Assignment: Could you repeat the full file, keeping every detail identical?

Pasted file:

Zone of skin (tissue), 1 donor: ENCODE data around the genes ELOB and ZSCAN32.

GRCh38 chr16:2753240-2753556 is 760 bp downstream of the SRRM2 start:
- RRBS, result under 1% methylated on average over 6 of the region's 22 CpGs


Zone of skin (tissue), 1 donor: ENCODE data around the genes ELOB and ZSCAN32.

GRCh38 chr16:2753240-2753556 is 760 bp downstream of the SRRM2 start:
- RRBS, result under 1% methylated on average over 6 of the region's 22 CpGs